A 5-Month-Old With Severe Abdominal Distention and Lethargy

Jaime Shalkow, MD; Mayela E. García


November 20, 2019

Physical Examination and Workup

Upon arrival to the hospital, the child looks extremely ill. He is immediately admitted to the ED shock room. He is very pale, flaccid, and unresponsive. The anterior fontanel is depressed, and his skin and mucous membranes are dry. Peripheral pulses (extremities) are not felt, but his carotid and femoral pulses are weak, with evident tachysphygmia. His heart rate is 210 beats/min, his respiratory rate is 45 breaths/min, his blood pressure is 50/40 mm Hg, and his temperature is 96.4°F (35.8°C).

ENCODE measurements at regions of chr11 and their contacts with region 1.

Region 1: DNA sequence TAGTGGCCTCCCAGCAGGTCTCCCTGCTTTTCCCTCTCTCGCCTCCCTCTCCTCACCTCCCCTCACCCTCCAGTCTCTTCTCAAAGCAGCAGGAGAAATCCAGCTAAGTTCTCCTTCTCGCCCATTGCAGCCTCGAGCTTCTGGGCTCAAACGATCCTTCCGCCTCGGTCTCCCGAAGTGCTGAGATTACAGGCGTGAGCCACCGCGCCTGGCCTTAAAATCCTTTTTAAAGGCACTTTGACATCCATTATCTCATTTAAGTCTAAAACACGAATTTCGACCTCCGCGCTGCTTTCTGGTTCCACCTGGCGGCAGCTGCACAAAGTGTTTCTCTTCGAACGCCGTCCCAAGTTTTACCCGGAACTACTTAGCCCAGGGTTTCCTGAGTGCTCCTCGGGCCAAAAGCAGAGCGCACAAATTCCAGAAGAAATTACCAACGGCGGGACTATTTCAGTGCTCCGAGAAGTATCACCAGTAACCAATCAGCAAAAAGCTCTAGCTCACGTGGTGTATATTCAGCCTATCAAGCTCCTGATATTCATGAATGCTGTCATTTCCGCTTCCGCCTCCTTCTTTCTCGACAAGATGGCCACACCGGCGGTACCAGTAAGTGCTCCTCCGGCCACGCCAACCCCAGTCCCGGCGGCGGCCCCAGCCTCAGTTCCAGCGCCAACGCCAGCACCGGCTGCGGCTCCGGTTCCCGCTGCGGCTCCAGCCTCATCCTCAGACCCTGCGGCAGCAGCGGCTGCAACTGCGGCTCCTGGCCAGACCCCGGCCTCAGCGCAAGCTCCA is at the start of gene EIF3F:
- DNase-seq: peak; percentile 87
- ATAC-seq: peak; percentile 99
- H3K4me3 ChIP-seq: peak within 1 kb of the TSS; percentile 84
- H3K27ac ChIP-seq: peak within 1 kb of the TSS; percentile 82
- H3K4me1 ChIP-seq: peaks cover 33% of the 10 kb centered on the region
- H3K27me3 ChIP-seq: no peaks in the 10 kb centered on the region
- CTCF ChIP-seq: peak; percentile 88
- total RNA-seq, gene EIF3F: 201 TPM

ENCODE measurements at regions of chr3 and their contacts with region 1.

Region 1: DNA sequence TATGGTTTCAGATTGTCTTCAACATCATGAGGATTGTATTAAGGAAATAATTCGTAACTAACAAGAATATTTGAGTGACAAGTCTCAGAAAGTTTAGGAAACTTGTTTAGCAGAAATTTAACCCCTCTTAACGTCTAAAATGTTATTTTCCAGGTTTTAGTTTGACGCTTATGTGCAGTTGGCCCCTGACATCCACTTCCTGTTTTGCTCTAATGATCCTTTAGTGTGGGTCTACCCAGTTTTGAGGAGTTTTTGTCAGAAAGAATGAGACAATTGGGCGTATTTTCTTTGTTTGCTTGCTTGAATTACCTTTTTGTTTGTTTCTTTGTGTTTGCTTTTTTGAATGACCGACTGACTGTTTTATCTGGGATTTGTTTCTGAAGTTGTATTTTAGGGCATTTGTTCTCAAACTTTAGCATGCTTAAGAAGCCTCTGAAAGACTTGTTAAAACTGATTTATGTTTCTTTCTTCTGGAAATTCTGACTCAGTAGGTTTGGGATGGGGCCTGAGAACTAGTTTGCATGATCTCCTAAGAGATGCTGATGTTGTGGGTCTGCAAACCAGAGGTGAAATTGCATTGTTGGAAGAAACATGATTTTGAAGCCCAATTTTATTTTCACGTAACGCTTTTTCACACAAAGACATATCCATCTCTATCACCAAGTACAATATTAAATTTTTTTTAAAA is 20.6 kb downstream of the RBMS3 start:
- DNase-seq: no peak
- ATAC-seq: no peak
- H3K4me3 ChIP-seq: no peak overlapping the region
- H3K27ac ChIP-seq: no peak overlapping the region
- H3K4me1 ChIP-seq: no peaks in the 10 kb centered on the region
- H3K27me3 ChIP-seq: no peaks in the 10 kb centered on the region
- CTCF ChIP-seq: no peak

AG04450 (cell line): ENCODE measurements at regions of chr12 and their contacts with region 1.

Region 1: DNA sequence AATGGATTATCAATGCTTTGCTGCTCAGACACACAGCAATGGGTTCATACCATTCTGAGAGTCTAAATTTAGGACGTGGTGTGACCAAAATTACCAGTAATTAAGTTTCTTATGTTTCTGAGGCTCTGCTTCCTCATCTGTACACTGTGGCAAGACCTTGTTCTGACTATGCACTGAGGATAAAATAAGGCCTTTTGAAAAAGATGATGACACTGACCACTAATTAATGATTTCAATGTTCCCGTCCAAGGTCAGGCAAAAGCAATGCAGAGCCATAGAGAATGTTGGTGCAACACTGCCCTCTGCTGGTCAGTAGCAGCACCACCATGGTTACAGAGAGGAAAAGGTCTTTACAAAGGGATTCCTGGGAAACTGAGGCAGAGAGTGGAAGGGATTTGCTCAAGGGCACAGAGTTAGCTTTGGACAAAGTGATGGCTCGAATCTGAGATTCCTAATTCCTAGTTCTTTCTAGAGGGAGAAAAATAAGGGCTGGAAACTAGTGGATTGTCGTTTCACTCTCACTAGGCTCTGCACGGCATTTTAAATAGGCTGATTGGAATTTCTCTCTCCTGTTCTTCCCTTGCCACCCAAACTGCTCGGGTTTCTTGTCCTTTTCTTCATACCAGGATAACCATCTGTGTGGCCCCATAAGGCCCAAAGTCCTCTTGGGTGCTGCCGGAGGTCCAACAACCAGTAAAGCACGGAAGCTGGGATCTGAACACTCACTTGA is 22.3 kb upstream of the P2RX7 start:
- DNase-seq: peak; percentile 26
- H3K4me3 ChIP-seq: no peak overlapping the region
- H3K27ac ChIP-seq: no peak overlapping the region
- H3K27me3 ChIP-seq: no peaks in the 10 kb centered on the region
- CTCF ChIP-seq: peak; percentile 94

The patient's abdomen is grossly distended, tense, and discolored. Bowel sounds cannot be heard. His alert status does not allow evaluation for rebound tenderness. Capillary refill time is 5 seconds. He becomes unconscious and is intubated and placed on a ventilator. Vascular access is achieved on the left femoral vein, and an intravenous bolus of Ringer solution (10 mL/kg) is given. An arterial line is placed on the femoral artery, and blood gas analysis reveals severe metabolic acidosis with elevated lactate level.

Blood tests reveal a hemoglobin level of 6 g/dL, leukocytosis of 14,000 cells/µL, neutrophilia of 73%, and platelet count of 60,000 cells/μL. Electrolyte analysis demonstrates hyperkalemia (potassium level, 5.9 mEq/L). The patient's blood pressure does not improve after the initial fluid bolus, and he is given a second one. Paracentesis reveals bloodstained free fluid.


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